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Lisa Bender from Southern Garret High School on Having a Digital Classroom

CEE’s Blog Series on Teaching Techniques delivers teaching ‘best practices’ from practitioners in the field. These K-12 teachers from all over the United States present their proven tactics and techniques that keep their students interested and engaged in learning economics and personal finance concepts and lessons. Part 8 of 8.

Lisa Bender from Southern Garret High School in Oakland, Maryland, has spent her career teaching economics fusing it with her other passion, immersive technology for the classroom. For her, economics lessons come alive when they are paired with the ground breaking information found on web portals and discovered with easy to use platforms such as tablets. With these tools, Ms. Bender is able to teach complementary lessons on economics and digital citizenship by showing students what tools to use and how to use them responsibly.

This completes CEE’s new Blog Series, Teaching Techniques: Classroom Innovation on Economic Education. Keep checking back for more weekly updates on our blog!

POSTED: August 27, 2014 | BY: GeorgiAnna Carbone-Wynne | TAGS: , , , , , , , , , , , , , , , , ,

Teachers on Financial Fitness for Life

Tried and tested, Financial Fitness for Life® (FFFL) is the ideal personal finance curriculum for all teachers.

Stacia Reeves from Rincon High School in Arizona says, “Students don’t realize they’re incorporating economics when they are doing these activities, but they’re all jazzed when they come back the next day and realize something they did in their life was applicable to something that we did in the classroom.” With user generated course content, FFFL’s comprehensive lesson plans guides teachers through the course, making it easy to follow, especially for those that may not be well-versed in teaching economics.

What makes FFFL perfect for students is how applicable each lesson is. CEE has made each lesson a preparation for life beyond the classroom, measuring the learning by four themes of personal finance: earning an income, saving, spending and credit, and money management. Even with these four comprehensive themes that align to the Common Core State Standards, students and teachers have still found the lessons engaging. Lynda Motriam from Old Mill High School attests to the originality of the student and teacher guides, saying “FFFL gives you a chance to teach financial concepts in a very inventive way. That’s one of the things that is consistent with CEE materials…they put a fresh spin on it.”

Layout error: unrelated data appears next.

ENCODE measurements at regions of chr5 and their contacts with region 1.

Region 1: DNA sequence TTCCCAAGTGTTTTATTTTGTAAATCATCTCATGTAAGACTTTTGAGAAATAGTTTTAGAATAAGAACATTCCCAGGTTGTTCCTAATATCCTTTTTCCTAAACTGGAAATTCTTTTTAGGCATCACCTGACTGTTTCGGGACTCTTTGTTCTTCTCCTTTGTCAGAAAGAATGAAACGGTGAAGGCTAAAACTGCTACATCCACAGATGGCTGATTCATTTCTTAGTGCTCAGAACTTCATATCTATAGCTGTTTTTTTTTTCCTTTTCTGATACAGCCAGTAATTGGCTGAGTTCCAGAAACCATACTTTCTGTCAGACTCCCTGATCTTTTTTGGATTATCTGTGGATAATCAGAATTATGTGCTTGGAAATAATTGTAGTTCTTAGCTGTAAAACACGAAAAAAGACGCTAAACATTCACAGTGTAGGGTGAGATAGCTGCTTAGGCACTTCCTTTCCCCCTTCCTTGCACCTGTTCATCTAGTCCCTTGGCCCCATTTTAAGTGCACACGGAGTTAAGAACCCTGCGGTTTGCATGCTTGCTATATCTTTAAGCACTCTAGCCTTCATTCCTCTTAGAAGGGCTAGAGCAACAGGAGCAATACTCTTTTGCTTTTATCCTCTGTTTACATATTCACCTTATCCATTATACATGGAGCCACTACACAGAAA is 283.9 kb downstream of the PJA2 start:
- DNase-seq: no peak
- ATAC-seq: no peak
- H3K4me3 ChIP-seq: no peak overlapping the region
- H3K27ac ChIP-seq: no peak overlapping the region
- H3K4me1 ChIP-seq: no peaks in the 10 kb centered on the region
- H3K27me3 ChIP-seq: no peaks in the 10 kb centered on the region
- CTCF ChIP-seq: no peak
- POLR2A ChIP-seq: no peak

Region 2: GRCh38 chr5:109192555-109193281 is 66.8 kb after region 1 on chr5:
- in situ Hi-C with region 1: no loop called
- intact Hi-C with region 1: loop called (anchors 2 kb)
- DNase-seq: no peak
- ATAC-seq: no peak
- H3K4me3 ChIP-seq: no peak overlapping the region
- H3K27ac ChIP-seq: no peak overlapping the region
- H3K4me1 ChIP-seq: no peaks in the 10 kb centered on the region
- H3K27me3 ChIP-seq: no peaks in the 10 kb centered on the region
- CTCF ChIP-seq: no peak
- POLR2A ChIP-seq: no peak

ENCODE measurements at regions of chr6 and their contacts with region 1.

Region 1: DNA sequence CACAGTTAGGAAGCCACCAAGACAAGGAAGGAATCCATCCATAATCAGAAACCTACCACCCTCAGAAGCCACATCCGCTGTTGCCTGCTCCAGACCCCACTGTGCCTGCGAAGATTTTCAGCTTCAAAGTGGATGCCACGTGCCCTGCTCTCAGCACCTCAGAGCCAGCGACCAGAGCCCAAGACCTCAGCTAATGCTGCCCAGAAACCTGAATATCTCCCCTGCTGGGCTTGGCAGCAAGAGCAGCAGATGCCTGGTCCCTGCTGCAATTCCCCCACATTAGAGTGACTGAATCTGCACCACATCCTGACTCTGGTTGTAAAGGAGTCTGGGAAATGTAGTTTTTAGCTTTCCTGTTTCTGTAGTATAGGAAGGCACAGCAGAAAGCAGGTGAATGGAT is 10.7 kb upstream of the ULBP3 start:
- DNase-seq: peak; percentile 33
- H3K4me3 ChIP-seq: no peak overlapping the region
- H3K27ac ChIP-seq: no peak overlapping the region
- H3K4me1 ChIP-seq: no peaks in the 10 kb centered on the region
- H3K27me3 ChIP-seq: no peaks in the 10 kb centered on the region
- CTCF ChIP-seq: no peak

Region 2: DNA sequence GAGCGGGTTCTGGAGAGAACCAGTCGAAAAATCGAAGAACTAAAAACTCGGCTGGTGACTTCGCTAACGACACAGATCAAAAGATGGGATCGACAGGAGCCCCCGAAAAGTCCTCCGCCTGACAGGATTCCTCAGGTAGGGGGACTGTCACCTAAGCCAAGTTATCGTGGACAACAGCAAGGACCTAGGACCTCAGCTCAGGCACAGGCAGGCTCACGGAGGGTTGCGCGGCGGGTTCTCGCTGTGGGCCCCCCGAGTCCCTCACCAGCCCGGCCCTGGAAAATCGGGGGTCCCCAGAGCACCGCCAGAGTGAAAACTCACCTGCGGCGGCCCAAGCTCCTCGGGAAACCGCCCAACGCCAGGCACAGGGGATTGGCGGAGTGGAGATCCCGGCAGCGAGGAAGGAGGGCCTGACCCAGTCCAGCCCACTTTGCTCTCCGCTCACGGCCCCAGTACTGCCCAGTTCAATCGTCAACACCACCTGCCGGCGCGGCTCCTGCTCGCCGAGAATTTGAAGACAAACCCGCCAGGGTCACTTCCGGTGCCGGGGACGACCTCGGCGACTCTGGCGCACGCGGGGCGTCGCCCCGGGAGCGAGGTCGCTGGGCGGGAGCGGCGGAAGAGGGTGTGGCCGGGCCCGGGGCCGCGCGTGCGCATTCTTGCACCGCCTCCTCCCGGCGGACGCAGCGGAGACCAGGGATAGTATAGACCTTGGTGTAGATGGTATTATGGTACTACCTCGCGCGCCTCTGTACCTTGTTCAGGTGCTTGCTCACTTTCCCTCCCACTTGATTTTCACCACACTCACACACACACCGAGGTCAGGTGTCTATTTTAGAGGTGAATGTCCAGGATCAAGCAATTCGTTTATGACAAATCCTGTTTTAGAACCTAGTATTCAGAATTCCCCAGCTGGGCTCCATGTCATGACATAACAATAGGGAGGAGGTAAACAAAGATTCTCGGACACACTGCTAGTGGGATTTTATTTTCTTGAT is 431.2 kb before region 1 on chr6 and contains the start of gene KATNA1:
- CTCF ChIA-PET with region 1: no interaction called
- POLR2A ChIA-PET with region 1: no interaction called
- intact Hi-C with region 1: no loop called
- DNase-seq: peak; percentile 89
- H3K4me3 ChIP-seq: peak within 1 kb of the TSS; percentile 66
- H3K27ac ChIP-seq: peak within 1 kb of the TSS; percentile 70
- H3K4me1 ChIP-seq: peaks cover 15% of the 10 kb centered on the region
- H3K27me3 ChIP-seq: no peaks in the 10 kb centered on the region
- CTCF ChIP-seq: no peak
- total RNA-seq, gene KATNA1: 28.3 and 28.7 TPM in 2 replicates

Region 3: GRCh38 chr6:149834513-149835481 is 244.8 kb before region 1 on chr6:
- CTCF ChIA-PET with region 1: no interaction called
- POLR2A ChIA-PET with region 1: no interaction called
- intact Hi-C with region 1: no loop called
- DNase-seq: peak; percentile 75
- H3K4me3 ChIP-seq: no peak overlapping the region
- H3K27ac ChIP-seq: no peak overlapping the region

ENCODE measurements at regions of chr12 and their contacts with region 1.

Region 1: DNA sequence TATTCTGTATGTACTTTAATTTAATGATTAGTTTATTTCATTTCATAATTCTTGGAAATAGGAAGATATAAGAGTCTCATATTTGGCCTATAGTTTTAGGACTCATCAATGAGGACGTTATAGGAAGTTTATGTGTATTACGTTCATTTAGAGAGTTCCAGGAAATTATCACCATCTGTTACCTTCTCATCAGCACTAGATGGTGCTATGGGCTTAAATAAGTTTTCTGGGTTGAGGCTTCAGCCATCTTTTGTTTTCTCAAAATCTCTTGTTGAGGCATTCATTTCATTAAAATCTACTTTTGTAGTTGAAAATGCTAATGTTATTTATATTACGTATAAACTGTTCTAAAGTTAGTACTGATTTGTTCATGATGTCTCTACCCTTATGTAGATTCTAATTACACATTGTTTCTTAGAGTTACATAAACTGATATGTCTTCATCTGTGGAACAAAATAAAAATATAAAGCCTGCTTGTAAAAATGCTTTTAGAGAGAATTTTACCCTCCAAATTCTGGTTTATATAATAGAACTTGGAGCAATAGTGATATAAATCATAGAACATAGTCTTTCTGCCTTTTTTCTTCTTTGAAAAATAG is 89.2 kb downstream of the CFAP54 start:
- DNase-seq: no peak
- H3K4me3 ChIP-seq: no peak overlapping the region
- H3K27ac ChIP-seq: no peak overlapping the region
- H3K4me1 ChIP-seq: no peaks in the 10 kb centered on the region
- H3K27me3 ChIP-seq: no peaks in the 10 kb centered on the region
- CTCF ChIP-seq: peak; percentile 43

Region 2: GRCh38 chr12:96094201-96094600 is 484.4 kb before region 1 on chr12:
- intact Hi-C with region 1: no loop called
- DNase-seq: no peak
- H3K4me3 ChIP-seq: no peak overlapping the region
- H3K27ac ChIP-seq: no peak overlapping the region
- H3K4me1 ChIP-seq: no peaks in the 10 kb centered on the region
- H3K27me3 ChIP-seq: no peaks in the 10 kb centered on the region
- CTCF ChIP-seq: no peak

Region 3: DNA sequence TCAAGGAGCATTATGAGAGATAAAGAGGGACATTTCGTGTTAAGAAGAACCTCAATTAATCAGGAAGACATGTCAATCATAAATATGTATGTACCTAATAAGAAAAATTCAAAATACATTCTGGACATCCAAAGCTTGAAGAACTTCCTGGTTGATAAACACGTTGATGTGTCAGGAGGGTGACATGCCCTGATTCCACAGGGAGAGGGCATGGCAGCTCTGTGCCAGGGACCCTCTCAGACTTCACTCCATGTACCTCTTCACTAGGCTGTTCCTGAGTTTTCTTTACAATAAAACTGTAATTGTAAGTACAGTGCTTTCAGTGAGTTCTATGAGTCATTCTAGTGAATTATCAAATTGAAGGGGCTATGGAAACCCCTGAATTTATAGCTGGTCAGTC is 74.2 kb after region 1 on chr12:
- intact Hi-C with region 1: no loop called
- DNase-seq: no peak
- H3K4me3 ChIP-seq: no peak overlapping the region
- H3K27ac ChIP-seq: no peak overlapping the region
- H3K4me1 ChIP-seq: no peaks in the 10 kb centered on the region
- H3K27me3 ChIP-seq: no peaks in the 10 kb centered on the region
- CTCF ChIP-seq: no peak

The streamlined lesson content, updated information, and fresh online resources on these new lessons keeps K-12 students excited about learning personal finance skills in and out of the classroom while keeping teachers ready too. Make sure to check out what these fantastic teachers have to say after using the Financial Fitness for Life® textbook series in their own K–12 classrooms.

POSTED: August 26, 2014 | BY: kwilliams | TAGS: , , , , , ,

Mary Neely from Orchard Grove Elementary on Combining Music and Economics

CEE’s Blog Series on Teaching Techniques delivers teaching ‘best practices’ from practitioners in the field. These K-12 teachers from all over the United States present their proven tactics and techniques that keep their students interested and engaged in learning economics and personal finance concepts and lessons. Part 7 of 8.